I love loving a few people harder than I ever loved before because we are loving each other in just a flash of swift frames before we go dark and drift back up into the wild seas of space. As micro dust. As nothingness. The same wonderful void that birthed the dream will swallow it back down again. Then we will nourish the essence of a memory for a hundred years or so. As long as we are recalled. Then the sad beautiful poetry of being totally forgotten will commence. And we will slip further under the conscious plane, until one afternoon, as the world does it’s thing/ as kids holler off the school bus at springtime blooming up from the soil/ the last person/ maybe one of your grandkids/ maybe one of your great grandkids/ but the last living veteran of your time alive/ the last human being to have any recollection of you being here in the flesh/ they will puff a little air/ twitch their eyes/ and die themselves.
And just like that: so too will die your last moments of memory. You will be forgotten at that point. Exist only in what you left behind. Your written words. Your photos. Your TikTok videos and your Twitter posts about nothing anyone gives a crap about anymore. Maybe your Amazon hologram or whatever. Some remnants of your voice, some scattered ashes of your skin dancing down the information superhighway into the faces of the tens of trillions who never ever knew you and never ever will.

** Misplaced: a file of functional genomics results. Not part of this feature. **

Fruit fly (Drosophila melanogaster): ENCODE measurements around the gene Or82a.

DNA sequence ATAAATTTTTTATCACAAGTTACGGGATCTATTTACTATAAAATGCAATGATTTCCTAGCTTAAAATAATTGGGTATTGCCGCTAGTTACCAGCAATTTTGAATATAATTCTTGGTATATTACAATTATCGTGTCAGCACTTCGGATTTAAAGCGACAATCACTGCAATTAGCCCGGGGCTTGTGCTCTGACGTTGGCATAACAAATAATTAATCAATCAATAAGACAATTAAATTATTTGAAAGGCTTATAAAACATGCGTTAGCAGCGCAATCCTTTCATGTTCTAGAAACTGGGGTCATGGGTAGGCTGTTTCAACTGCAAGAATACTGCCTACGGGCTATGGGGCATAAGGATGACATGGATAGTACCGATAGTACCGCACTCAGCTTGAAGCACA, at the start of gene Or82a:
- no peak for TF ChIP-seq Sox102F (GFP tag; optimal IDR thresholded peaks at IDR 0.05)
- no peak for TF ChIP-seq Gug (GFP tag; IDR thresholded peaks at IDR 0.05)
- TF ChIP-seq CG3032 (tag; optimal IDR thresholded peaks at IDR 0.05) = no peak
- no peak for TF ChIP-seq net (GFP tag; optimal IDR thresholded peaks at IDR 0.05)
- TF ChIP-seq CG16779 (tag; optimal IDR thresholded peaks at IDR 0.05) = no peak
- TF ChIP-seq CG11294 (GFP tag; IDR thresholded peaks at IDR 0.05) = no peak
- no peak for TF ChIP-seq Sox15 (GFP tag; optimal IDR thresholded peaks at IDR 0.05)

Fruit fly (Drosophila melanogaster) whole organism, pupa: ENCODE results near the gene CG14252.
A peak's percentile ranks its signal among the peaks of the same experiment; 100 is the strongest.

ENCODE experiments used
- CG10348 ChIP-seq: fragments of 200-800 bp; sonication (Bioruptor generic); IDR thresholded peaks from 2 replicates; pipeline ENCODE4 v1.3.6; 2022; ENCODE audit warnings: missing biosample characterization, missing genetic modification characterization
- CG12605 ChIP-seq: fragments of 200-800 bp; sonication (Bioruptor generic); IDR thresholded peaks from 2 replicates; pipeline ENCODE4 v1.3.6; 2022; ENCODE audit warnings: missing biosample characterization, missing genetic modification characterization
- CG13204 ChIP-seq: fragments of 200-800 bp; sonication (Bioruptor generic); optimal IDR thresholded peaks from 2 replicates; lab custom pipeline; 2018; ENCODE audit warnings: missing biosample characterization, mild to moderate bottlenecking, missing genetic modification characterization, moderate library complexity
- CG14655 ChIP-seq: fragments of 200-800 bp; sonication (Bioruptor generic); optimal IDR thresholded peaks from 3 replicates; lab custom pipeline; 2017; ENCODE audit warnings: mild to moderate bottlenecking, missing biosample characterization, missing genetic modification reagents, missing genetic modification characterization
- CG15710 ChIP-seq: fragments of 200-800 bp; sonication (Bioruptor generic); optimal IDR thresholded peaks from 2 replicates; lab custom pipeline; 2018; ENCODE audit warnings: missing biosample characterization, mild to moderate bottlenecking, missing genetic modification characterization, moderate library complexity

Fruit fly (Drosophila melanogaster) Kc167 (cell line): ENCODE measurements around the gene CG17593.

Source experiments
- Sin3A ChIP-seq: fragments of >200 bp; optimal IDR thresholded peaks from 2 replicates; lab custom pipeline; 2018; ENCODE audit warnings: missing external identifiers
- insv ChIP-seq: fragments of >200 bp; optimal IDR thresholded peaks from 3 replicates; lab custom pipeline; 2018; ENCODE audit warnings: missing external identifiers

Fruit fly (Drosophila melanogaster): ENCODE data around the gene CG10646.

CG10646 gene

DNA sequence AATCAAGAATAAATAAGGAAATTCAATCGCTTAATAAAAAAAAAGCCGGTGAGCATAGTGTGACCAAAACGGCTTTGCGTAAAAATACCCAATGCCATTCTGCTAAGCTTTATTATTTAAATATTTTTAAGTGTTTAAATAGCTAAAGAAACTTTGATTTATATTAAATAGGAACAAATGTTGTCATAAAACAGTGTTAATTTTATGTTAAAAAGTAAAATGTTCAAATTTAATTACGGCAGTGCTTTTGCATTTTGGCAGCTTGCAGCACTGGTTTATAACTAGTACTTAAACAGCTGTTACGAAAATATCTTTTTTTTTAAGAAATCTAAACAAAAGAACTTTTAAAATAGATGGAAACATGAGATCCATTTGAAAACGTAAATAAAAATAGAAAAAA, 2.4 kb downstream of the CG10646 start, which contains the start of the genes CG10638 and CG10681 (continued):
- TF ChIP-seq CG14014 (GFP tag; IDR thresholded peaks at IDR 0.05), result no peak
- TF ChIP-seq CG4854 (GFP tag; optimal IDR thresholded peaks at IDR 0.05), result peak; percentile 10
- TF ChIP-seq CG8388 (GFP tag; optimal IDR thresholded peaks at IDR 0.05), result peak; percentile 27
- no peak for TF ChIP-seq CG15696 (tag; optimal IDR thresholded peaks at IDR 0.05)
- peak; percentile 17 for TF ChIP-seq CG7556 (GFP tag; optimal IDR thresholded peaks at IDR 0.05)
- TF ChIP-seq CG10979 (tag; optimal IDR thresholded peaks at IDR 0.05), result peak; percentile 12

Still, I figure I like Christmas just as much as anyone else because, even though I don’t really buy into much of what they say about it’s origins, I still recognize the powerful awesomeness of believing in something good. In something looking out for you and the people you love. And I think this holiday, it represents/ at its blurry buried core/ the best of us somehow. Mind you, it’s all been twisted. Mangled, really, this notion of man’s humanity towards his fellow man. And I am in no mood to guess how or why that has happened, but in there somewhere there are some very rare burning embers that connect us all. It doesn’t matter what you identify as. Christian or not, I feel like it really doesn’t make a difference anymore.
I mean, listen.
The harsh December wind. The frozen still stars. The bare branches of the night trees lit up by a pale old moon. The kids laughing in the other room. The wine mixing down in your own warm blood. The tree all lit up. The dog on the rug. The mad rush over. The money all spent. The money never came. The loneliness of the winter. Your connection with the galaxy coming down like snow/ like light evening snow in the streetlight as the church people reach their cars, fire up their motors, head home with a swish of headlights, aiming for their own version of peace in the valley.